Georgia hasn’t given its 16 electoral votes to a Democratic president since Bill Clinton in 1992. But 28 years later, the reliably red southern state is poised to go blue, in large part because of the visionary efforts of Stacey Abrams.
The Yale Law School graduate, tax attorney, and former Georgia state representative became a rising star when she ran for governor of her home state in 2018, but she also lost that election to Brian Kemp under a cloud of what appeared to be racially motivated voter suppression. According to an Associated Press investigation on the eve of the election, Kemp, then Georgia’s secretary of state, mass-canceled more than a million voter registrations between 2012 and 2018, and in the run-up to the tight gubernatorial race, froze an estimated 53,000 registrations, a majority of them belonging to African American voters.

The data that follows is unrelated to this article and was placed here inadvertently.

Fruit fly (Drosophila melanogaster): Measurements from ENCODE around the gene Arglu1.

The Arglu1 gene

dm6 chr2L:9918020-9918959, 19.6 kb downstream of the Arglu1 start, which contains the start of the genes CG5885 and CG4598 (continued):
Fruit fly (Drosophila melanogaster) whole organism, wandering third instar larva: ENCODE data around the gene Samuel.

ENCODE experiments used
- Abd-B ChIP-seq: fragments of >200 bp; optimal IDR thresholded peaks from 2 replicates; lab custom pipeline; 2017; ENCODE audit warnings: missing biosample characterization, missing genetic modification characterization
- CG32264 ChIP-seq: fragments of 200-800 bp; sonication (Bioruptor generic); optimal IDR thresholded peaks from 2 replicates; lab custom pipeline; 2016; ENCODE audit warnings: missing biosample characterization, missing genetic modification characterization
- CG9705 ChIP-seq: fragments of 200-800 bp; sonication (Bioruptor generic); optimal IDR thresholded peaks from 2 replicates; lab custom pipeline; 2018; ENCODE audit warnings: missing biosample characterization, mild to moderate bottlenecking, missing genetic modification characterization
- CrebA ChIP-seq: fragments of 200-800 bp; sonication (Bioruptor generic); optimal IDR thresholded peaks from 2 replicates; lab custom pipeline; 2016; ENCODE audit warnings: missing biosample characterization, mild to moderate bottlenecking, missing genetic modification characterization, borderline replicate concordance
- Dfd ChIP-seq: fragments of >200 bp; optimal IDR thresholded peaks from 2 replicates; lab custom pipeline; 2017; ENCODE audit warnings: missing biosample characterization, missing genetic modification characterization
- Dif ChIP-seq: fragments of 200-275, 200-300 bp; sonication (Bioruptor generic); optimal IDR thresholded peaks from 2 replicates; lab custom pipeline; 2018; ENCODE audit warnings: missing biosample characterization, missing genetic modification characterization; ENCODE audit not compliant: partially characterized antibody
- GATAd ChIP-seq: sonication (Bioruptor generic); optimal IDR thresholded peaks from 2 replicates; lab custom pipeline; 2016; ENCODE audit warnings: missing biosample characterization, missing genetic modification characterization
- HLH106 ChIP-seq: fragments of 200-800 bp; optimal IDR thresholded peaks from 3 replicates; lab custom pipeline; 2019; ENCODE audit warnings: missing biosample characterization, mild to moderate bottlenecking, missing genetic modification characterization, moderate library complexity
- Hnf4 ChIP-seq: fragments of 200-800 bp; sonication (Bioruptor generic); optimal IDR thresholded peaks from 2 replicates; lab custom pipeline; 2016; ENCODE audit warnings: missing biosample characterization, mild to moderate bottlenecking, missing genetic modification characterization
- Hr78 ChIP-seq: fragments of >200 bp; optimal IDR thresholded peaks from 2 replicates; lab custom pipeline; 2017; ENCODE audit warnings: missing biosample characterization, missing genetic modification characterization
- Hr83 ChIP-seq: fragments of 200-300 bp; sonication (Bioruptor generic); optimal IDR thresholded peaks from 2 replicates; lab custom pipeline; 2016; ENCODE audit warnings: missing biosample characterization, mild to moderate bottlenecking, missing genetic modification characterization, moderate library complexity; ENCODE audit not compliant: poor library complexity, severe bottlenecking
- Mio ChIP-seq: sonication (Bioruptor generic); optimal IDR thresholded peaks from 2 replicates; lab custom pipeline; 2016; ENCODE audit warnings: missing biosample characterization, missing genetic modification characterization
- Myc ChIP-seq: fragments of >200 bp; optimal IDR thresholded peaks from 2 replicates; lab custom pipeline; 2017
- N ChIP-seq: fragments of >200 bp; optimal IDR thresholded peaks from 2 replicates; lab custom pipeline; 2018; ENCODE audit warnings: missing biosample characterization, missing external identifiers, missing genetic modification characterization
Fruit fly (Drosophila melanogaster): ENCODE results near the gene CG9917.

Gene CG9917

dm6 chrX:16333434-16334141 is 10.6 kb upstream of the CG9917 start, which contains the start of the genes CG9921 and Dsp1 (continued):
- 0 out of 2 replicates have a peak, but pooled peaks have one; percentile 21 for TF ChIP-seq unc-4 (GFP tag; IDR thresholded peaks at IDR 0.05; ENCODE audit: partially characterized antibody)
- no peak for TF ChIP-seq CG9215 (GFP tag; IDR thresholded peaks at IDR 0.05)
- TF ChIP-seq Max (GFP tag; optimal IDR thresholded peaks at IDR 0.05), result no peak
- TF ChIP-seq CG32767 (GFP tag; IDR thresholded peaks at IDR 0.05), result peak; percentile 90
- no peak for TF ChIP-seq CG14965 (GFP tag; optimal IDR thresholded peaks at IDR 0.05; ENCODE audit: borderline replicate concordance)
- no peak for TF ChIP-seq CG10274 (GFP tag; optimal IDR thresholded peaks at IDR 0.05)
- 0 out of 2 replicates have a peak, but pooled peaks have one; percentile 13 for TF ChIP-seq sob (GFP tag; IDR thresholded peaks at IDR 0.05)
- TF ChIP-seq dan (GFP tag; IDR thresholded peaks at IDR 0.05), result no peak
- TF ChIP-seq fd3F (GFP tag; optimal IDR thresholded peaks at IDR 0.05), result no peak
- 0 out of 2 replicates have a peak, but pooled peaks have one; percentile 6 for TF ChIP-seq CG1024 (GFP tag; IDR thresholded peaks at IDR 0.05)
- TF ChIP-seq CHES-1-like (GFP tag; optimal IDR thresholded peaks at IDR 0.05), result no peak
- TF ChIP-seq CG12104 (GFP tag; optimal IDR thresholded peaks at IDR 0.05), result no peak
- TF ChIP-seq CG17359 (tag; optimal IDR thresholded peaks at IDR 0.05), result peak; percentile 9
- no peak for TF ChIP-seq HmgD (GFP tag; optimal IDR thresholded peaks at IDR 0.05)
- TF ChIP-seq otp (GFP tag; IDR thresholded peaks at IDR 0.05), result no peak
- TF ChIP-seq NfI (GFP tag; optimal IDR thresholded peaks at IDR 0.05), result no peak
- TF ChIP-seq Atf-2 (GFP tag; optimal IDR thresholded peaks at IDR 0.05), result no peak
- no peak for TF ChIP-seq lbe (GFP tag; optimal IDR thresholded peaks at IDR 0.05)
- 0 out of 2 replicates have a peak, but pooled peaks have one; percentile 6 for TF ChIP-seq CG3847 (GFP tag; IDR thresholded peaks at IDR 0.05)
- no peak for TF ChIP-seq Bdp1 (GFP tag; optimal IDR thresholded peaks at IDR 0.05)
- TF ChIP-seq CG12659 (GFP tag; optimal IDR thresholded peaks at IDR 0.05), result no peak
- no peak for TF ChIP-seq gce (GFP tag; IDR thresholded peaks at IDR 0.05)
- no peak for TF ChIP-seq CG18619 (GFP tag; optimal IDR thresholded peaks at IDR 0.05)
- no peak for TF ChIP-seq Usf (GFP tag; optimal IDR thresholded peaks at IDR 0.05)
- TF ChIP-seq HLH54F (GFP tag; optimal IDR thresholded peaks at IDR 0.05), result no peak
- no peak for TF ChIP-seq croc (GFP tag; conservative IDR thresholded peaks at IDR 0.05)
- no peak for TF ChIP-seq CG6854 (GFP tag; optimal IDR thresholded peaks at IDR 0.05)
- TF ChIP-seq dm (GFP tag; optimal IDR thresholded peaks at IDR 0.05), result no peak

When Abrams lost by just shy of 55,000 votes, she told Vogue: “I sat shiva for 10 days. Then I started plotting.”
Abrams had long rejected the oversimplification of her state as solely populated by white conservatives. She’d advocated to turn out and protect the vote in Georgia for years: In 2013, as a member of the state legislature, she created a voter registration nonprofit called the New Georgia Project, which completed 86,000 new voter applications. But after her 2018 loss, she doubled down and became one of the country’s preeminent voting rights activists, launching the nonprofit Fair Fight to combat voter suppression. Riding the wave of support—celebrity, even (Oprah and John Legend campaigned for her)—she won during the governor’s race, Abrams traversed the state, hoping to replicate the electoral feats she achieved in her own bid, in which she tripled Latino, Asian American, and Pacific Islander voter turnout and doubled youth participation in Georgia. As Vogue noted in its profile of Abrams last year: “She inspired 1.2 million Black Democrats in Georgia to vote for her (more than the total number of Democratic gubernatorial voters in 2014)” and “gained the highest percentage of the state’s white Democratic voters in a generation.”
“We didn’t fail,” Abrams told one consortium of voters. “In the state of Georgia, we transformed our electorate.”
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